August 18, 2015 | Sacramento, CA
The Efficiency Council held a successful inaugural Energy Champions Awards networking event at Mayahuel Restaurant in Sacramento on August 18. The event attracted about 70 people including Senators, Assemblymembers, Efficiency Council members and businesses who lead the way in energy efficiency projects in California.
Senate President pro Tempore Kevin de León and Assemblymember Richard Bloom were recognized as key policy leaders who have shown excellence in advancing energy efficiency.
Senate President pro Tempore de León spoke about his policies advancing energy efficiency and combating climate change. In particular, Proposition 39 – the California Clean Energy Jobs Act – which will dramatically reduce energy waste in schools, and for introducing legislation this session that will increase building energy efficiency by 50% before 2030. “You should be involved in politics, because politics is definitely going to be involved with you”, said Senator de León.
Assemblymember Bloom, as the author of the Efficiency Council’s first energy efficiency bill, AB 1330, spoke about how AB 1330 creates the Energy Efficiency Resource Standard (EERS), a statewide target for energy efficiency savings for public and investor owned utilities. This represents a way to put into law the Governor’s goal to double efficiency.
In addition, seven exceptional companies received awards for implementing outstanding efficiency projects. The Efficiency Council evaluated each of the nominations on a number a factors, including: project accomplishments, customer diversity, and geographic location.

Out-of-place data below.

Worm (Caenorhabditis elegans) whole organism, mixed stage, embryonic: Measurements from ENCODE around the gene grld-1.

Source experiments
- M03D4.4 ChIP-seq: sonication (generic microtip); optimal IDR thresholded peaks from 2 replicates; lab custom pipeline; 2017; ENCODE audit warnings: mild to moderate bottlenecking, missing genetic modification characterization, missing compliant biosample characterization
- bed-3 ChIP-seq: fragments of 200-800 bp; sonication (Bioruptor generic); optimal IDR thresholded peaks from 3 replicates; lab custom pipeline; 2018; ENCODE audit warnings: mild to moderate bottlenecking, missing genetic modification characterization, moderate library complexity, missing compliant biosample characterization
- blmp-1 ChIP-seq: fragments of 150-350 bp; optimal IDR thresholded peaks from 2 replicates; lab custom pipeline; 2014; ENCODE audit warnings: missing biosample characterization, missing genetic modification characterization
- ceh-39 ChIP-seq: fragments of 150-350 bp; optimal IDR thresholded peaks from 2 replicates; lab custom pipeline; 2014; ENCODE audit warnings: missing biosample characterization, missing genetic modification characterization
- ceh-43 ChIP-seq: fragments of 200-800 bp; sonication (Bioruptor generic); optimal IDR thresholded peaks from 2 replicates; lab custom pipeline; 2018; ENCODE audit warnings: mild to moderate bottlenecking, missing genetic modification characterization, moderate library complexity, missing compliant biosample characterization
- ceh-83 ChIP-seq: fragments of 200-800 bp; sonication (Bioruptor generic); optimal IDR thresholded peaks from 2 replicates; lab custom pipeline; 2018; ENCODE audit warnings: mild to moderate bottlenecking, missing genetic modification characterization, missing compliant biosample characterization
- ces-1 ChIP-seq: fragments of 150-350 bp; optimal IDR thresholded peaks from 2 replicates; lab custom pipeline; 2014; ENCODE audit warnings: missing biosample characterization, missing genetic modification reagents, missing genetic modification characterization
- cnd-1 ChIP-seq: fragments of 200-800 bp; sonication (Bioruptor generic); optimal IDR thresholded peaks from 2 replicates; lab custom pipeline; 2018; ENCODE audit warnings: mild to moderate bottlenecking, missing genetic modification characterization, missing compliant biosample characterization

“Consumers, governments and businesses are central to achieving California’s goals to quit wasting energy. This award recognizes the efforts of forward-thinking organizations and leaders who are achieving long term savings now.” said Ted Pope, Chair of the Efficiency Council.
The Outstanding Projects of the Year are:
California Community College Chancellor’s Office, 112 Colleges throughout California; nominated by Newcomb Anderson McCormick. California Community Colleges have installed 546 efficiency projects since 2013, representing annual avoided energy costs of $10 million, which can be reinvested in the schools. This is partially the result of Proposition 39 funds.
Campbell’s Soup, Dixon, Solano County; nominated by Nexant. Campbell’s Soup has optimized energy use in its entire Dixon plant for dicing tomatoes and making tomato paste, thus reducing energy waste.
Kern High School District, Bakersfield, Kern County; nominated by CLEAResult. Kern High School District is a leader in energy efficiency and has been active in projects since 2008. This year in particular, the school district is undertaking $5.9 million in efficiency improvements, such as installing LED lighting and upgrading HVAC systems, which will save more than 2.3 million kWh/year.
In addition, Senator Jean Fuller presented Kern High School District with a resolution for their energy efficiency efforts.
Kroger Logistics, Compton, Los Angeles County; nominated by Cascade Energy. Kroger reduced energy use by 8.5% in a recent project, representing a savings of $80,000/year. They also installed a state-of-the-art waste-to-fuel microturbine system, which takes up to 150 tons of food waste daily from Kroger stores and transforms it into biogas to run generators.
Los Angeles County Metropolitan Transportation Authority (Metro); nominated by TRC. Metro has the most comprehensive energy plan of any transit agency in the US. They have achieved LEED certification for six buildings and plan to achieve LEED levels for all of their 18 bus and rail divisions by 2020. Reducing energy waste has thus far yielded approximately $2 million in annual energy cost savings.
Pat Eilert, Manager, Codes and Standards Program, Pacific Gas & Electric; nominated by Energy Solutions. Pat Eilert has worked tirelessly to improve energy codes and standards through the IOU’s statewide program. Over the last 15 years, the program has proposed approximately 100 new building code measures and 80 new appliance standards to the California Energy Commission. Taken together, the savings from these actions could offset more than 24 power plants.
Space & Naval Warfare Systems, Command Systems Center, San Diego; nominated by AECOM. SSC PAC has about 225 buildings in California and Hawaii, where they have savings nearly 30% in operational costs – about $3.5 million per year.